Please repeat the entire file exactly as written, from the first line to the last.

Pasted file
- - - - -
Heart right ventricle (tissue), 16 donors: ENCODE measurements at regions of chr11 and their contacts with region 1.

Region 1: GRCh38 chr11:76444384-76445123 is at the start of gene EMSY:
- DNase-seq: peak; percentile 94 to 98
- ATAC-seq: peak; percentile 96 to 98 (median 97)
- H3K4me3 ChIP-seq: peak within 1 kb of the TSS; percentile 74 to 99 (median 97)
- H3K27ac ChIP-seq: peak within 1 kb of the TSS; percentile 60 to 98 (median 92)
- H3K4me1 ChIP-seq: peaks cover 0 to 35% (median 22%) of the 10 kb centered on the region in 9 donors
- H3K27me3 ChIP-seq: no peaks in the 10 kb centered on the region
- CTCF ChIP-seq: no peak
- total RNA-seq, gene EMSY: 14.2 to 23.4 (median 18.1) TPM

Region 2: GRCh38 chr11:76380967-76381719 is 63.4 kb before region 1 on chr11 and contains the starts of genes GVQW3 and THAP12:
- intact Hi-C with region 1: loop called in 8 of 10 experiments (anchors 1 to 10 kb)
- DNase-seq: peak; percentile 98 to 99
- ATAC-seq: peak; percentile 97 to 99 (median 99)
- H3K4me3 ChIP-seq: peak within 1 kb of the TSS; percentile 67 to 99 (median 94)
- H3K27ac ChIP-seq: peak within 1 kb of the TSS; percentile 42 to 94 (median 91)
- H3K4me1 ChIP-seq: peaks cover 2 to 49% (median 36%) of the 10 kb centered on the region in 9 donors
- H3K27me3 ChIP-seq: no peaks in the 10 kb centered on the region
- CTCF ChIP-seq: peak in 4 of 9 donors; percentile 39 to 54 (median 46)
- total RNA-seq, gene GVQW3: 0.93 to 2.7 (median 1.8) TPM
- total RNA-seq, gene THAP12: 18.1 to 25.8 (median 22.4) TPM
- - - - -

Heart right ventricle (tissue), 16 donors: ENCODE measurements at regions of chr11 and their contacts with region 1.

Region 1: GRCh38 chr11:76444384-76445123 is at the start of gene EMSY:
- DNase-seq: peak; percentile 94 to 98
- ATAC-seq: peak; percentile 96 to 98 (median 97)
- H3K4me3 ChIP-seq: peak within 1 kb of the TSS; percentile 74 to 99 (median 97)
- H3K27ac ChIP-seq: peak within 1 kb of the TSS; percentile 60 to 98 (median 92)
- H3K4me1 ChIP-seq: peaks cover 0 to 35% (median 22%) of the 10 kb centered on the region in 9 donors
- H3K27me3 ChIP-seq: no peaks in the 10 kb centered on the region
- CTCF ChIP-seq: no peak
- total RNA-seq, gene EMSY: 14.2 to 23.4 (median 18.1) TPM

Region 2: GRCh38 chr11:76380967-76381719 is 63.4 kb before region 1 on chr11 and contains the starts of genes GVQW3 and THAP12:
- intact Hi-C with region 1: loop called in 8 of 10 experiments (anchors 1 to 10 kb)
- DNase-seq: peak; percentile 98 to 99
- ATAC-seq: peak; percentile 97 to 99 (median 99)
- H3K4me3 ChIP-seq: peak within 1 kb of the TSS; percentile 67 to 99 (median 94)
- H3K27ac ChIP-seq: peak within 1 kb of the TSS; percentile 42 to 94 (median 91)
- H3K4me1 ChIP-seq: peaks cover 2 to 49% (median 36%) of the 10 kb centered on the region in 9 donors
- H3K27me3 ChIP-seq: no peaks in the 10 kb centered on the region
- CTCF ChIP-seq: peak in 4 of 9 donors; percentile 39 to 54 (median 46)
- total RNA-seq, gene GVQW3: 0.93 to 2.7 (median 1.8) TPM
- total RNA-seq, gene THAP12: 18.1 to 25.8 (median 22.4) TPM